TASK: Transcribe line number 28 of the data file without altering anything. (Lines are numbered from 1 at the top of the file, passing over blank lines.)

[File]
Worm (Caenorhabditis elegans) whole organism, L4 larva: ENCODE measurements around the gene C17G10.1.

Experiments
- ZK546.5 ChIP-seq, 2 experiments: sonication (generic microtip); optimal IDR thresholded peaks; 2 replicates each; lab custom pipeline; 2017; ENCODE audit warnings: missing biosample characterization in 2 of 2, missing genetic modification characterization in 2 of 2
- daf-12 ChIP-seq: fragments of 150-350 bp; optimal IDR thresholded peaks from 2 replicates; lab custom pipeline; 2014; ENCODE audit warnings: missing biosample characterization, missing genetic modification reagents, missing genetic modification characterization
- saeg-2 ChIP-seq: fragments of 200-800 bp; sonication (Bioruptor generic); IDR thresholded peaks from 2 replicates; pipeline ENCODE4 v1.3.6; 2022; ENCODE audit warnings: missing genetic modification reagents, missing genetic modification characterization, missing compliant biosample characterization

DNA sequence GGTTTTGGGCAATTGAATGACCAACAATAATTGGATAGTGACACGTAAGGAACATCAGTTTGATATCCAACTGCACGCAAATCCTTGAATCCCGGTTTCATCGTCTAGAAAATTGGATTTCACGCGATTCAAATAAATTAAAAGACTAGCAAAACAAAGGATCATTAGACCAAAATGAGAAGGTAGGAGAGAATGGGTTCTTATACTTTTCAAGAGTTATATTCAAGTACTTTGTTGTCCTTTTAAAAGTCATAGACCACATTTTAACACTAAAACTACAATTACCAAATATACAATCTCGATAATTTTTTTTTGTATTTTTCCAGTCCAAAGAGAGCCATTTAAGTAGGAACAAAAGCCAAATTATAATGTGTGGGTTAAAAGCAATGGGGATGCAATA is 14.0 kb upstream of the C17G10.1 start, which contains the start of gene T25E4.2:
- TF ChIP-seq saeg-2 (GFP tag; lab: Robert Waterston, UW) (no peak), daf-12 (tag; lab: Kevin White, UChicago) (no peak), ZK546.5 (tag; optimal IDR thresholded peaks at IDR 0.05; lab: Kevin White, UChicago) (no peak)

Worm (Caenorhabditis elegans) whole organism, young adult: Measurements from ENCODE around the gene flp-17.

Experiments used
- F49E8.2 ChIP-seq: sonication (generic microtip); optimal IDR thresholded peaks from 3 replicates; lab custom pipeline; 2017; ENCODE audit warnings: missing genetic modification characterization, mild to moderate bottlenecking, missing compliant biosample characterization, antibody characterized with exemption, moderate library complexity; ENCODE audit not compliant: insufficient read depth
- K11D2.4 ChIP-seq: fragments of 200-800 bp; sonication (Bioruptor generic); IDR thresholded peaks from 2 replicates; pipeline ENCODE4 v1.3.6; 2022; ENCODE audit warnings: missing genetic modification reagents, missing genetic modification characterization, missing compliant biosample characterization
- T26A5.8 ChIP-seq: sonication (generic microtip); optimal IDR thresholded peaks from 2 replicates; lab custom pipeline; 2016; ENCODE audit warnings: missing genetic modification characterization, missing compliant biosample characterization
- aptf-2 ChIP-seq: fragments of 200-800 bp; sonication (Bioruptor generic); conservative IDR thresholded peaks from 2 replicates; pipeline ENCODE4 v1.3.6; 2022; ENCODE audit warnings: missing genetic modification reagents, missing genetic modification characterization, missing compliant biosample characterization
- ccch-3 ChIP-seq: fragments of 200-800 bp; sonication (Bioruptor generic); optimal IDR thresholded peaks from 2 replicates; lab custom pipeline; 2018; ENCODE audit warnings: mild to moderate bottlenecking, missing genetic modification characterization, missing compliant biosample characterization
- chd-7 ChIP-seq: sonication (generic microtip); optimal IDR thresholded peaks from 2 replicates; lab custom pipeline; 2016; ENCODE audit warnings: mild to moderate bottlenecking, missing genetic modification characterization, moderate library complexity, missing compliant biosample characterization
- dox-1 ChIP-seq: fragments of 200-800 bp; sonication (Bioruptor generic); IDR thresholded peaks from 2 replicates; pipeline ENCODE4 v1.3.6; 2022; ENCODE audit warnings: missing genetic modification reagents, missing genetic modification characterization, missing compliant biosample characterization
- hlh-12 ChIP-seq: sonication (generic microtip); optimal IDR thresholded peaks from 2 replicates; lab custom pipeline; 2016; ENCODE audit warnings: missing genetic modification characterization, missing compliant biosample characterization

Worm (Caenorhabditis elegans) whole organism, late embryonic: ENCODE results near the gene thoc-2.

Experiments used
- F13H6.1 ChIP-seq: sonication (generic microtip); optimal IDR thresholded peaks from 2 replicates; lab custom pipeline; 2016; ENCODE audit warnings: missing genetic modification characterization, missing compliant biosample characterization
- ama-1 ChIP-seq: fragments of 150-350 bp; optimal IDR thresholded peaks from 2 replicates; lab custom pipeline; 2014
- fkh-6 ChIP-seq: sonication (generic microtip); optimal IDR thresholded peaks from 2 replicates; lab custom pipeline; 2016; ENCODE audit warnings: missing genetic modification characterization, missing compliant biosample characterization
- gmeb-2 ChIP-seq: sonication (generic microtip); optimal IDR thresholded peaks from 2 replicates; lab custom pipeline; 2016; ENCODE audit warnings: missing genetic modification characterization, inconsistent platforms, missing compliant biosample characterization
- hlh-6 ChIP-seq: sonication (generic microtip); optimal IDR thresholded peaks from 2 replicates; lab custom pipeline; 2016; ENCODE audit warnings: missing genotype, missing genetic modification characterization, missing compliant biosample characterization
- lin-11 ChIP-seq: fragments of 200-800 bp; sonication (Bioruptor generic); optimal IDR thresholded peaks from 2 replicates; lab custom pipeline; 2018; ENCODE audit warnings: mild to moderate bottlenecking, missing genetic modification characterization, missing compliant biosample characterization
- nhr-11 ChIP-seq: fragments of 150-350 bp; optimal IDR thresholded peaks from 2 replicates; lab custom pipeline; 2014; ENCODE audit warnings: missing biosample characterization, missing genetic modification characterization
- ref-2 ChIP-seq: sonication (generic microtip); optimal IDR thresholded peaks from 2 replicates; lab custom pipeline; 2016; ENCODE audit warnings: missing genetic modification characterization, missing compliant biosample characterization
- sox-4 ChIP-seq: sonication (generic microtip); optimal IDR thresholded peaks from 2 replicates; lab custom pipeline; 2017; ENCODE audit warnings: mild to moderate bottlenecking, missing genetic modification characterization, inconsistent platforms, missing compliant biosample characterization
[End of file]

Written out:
- sox-4 ChIP-seq: sonication (generic microtip); optimal IDR thresholded peaks from 2 replicates; lab custom pipeline; 2017; ENCODE audit warnings: mild to moderate bottlenecking, missing genetic modification characterization, inconsistent platforms, missing compliant biosample characterization